Best Soil Test Kit for Analyzing the Soil in Your Garden

The best soil test kit for analyzing the soil in your garden is a test kit that returns accurate, quick results. Autumn is a good time to analyze your soil, but if you are gardening in a new area or if you just didn’t get around to dealing with it in the fall, early spring works just fine.

Photo credit: fogrady262 via Foter.com / CC BY

Selecting the best soil test kit for your garden involves considering what you need to know about your garden. Soil comes in three main types: clay, sand and loam. You can tell a lot about your soil simply by looking at it, giving it a squeeze test when it is wet or dry, and by looking at the weeds that are growing on it. There are several do-it-yourself methods for testing your soil, as well.

There is a wide range of products available on the market today, and below I have reviewed 5 of the very best options.

**Below, you will find more detailed reviews, but you can also click the links above to see current prices and read customer reviews on Amazon.

The simple, DIY methods, however, are not always sufficiently accurate for some types of plants. While most garden plants prefer a nearly neutral pH balance, some simply will not thrive unless they not only have their preferred pH, but they also have their preferred macronutrients. Also, you can save money by analyzing your soil so that you know exactly which nutrients need to be added, and which ones are present, or perhaps even over-abundant, in your soil.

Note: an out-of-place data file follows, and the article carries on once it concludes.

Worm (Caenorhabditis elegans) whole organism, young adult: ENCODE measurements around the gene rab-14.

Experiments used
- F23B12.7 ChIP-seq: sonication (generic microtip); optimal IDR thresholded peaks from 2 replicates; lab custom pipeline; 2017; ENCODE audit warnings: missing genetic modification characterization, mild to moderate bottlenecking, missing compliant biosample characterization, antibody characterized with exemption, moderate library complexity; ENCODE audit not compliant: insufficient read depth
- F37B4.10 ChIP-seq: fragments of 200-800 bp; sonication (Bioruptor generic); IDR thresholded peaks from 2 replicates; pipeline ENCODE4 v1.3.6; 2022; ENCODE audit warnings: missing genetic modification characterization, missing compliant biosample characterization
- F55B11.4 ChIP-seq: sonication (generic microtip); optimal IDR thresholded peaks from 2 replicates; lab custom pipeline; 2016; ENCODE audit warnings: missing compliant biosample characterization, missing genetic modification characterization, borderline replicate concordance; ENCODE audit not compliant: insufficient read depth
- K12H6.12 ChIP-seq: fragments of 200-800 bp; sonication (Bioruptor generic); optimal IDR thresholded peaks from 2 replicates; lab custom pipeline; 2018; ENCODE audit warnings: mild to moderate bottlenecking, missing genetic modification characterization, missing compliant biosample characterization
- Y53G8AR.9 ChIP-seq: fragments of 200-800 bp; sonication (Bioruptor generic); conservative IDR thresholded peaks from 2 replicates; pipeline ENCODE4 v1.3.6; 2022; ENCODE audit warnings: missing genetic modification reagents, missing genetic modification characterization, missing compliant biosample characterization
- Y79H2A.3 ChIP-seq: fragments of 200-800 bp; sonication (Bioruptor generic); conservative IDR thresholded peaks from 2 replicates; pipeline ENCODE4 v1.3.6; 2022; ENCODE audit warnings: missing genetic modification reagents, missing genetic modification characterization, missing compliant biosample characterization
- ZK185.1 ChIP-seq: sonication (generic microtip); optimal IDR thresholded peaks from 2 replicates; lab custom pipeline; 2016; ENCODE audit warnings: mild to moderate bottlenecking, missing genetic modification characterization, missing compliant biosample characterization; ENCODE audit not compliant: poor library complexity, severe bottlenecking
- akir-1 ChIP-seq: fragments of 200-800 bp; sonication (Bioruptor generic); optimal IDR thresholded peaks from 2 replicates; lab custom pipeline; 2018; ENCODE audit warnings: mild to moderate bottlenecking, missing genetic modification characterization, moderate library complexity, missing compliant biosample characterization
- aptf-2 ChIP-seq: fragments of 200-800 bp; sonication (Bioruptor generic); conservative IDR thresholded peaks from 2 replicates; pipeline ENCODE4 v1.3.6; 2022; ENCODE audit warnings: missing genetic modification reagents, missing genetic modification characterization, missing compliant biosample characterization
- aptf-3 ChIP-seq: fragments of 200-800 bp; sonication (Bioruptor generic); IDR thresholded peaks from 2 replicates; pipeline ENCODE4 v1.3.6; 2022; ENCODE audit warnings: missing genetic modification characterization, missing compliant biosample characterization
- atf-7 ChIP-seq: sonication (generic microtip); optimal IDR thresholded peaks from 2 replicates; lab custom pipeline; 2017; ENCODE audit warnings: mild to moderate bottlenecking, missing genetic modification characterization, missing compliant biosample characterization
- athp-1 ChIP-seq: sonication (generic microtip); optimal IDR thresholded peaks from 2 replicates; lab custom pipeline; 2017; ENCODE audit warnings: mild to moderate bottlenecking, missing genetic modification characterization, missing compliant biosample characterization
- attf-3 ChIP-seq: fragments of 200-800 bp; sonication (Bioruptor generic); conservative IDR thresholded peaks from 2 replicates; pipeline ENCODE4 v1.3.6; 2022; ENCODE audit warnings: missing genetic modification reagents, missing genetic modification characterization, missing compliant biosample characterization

Photo credit: mikepetrucci via Foter.com / CC BY-SA

Soil tests come in a variety of types. Two of the most common are kits that you can purchase at your grocery, home & garden or department store, or meters that can be stuck into the soil.

Photo credit: BlueberryFiles via Foter.com / CC BY

Soil Test Kits

The kits might be supplied with equipment for taking soil samples, and with chemicals and directions for testing the soil. The ones with chemicals might require some reading and a little experimentation to be sure that you have gotten the process exactly right. The way they work is that the chemical is added to the soil sample. It will change colors, depending upon the type of mineral content in your soil. You will then match the colors to a chart to learn which nutrients are present and which are absent.

If your soil test kit is set up to be mailed off, you will select samples from your garden or lawn, package them according to the kit’s directions and mail them off. This can sometimes be a more complete analysis of your soil content. It can even sometimes include learning if there are pollutants in your local soil – something that can be important when growing vegetables.

Photo credit: omaniblog via Foter.com / CC BY

Soil test meters usually only measure soil pH. This can be handy if you are growing a plant that likes an extra acid or an extra alkaline soil. If you measure the pH of your soil before selecting plants, you can even skew your selections toward plants that will naturally grow well in the soil in your location.